Why is a Brexit Deal Becoming More Likely?
British Prime Minister Boris Johnson’s Europe adviser David Frost and the EU’s chief Brexit negotiator Michel Barnier met face-to-face for the first time since the coronavirus crisis started on Monday to thrash out a post-Brexit trade deal. The pandemic forced UK and EU negotiators to hold virtual talks.
The meeting comes just a day after it was announced that Mr. Frost would replace Sir Mark Sedwill as national security adviser.
Johnson remains optimistic that a UK-EU free trade deal can be agreed by the end of July, but if the agreement has any hope of being ratified before the end of the year, then all negotiations must be completed by the end of October.
The UK ‘Will Have to Live with the Consequences of Brexit’
There are many reasons to believe that a deal may not happen. On Saturday, the Prime Minister warned German Chancellor Angela Merkel that he is prepared to walk away from EU trade talks after Merkel suggested that the UK will ‘have to live with the consequences of Brexit.’
But Merkel’s upcoming presidency of the EU could be an opportunity for both sides to make some progress towards a trade deal. With the bloc’s most powerful leader occupying its presidency, the Chancellor is likely to adopt a pragmatic stance during the final months of Britain’s transition period.
She told her EU counterparts recently that the autumn deadline to conclude an agreement is fast approaching, which shows that she is keen to ensure that the UK does not quit the bloc without a deal.
Brexit is a ‘Wake Up Call’ for the Rest of the EU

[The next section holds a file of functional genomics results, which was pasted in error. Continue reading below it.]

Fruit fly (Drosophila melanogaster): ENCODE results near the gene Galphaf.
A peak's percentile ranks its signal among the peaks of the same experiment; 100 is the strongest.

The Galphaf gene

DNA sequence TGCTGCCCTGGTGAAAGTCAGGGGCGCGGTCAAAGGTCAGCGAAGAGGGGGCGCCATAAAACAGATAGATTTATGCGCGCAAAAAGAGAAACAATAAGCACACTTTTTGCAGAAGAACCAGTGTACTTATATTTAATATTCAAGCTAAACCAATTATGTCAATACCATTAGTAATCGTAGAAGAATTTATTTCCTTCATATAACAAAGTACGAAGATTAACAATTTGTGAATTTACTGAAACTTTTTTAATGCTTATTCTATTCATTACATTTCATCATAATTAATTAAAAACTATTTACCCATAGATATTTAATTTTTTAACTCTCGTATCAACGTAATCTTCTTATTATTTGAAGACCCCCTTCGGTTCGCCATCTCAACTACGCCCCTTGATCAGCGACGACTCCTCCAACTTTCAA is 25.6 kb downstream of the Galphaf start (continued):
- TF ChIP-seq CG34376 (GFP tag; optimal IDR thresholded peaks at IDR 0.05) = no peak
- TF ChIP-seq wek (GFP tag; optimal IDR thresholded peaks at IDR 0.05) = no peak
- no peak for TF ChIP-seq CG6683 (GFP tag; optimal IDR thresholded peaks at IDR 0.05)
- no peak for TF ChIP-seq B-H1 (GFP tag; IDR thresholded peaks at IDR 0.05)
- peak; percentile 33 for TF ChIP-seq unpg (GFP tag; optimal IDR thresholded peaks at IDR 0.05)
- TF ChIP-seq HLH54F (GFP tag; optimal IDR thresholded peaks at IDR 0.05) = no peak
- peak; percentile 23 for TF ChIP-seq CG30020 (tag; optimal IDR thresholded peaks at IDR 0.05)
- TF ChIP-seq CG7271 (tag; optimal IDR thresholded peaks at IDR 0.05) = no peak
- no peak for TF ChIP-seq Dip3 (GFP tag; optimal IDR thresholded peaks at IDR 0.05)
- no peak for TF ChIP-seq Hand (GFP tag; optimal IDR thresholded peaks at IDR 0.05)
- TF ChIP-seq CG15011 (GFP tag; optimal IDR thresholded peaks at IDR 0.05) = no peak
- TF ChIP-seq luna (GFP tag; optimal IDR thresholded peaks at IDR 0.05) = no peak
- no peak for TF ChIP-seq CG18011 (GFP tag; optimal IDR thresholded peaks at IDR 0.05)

At the start of the year, she also warned that Brexit is a ‘wake up call’ for the rest of the EU as Merkel fears that Britain could become the EU’s main economic competitor on the continent. However, a free trade deal between the UK and the bloc is the lesser of two evils for her, as a no-deal Brexit could devastate the EU’s economy, particularly Germany’s. 800,000 German cars are exported to Britain every year, which equals 14 percent of all vehicles it makes domestically.
Earlier in June, Barnier insisted that he is not asking the UK to follow EU rules after it has completely left the bloc, and that his position was ‘misunderstood.’ Despite this, he did accuse the British Government of attempting to ‘cherry-pick’ staying in parts of the EU’s single market that it has benefited from the most. Either way, it would be wise for Frost’s team to take advantage of the ‘clever compromises’ Barnier has promised, but only if they benefit the UK.
Is a Compromise on Fishing Finally Emerging?
Fishing was once the biggest stumbling block that delayed both Britain and the EU from making progress in the Brexit negotiations, but it appears as if Brussels is doubling down on its fishing stance. Leading Brussels insiders told The Daily Express that Barnier will back down on the EU’s red line on fishing at the last moment. This would represent a substantial blow for French President Emmanuel Macron, who wants both parties to agree to a post-Brexit fishing arrangement that mirrors the Common Fisheries Policy (CFP).
RTE London Correspondent Seán Whelan also told the newspaper that now is not the time for Brussels to shift its position on fishing. This is because they are focused on debating European Commission President Ursula von der Leyen’s post-coronavirus stimulus before they concentrate on Brexit again. This means that the EU may compromise on fishing in September or October before the deadline for an agreement ends. But such an outcome may face hostility in the European Parliament, with French MEP François-Xavier Bellamy stressing that it is vital to France’s fishing industry for French fishermen to continue to access British waters.
Therefore, the tide seems to be turning in Britain’s favor for both sides to reach a post-Brexit trade pact, but such an outcome can only be achieved if the UK and the EU continue to show flexibility during the final months of the transition period.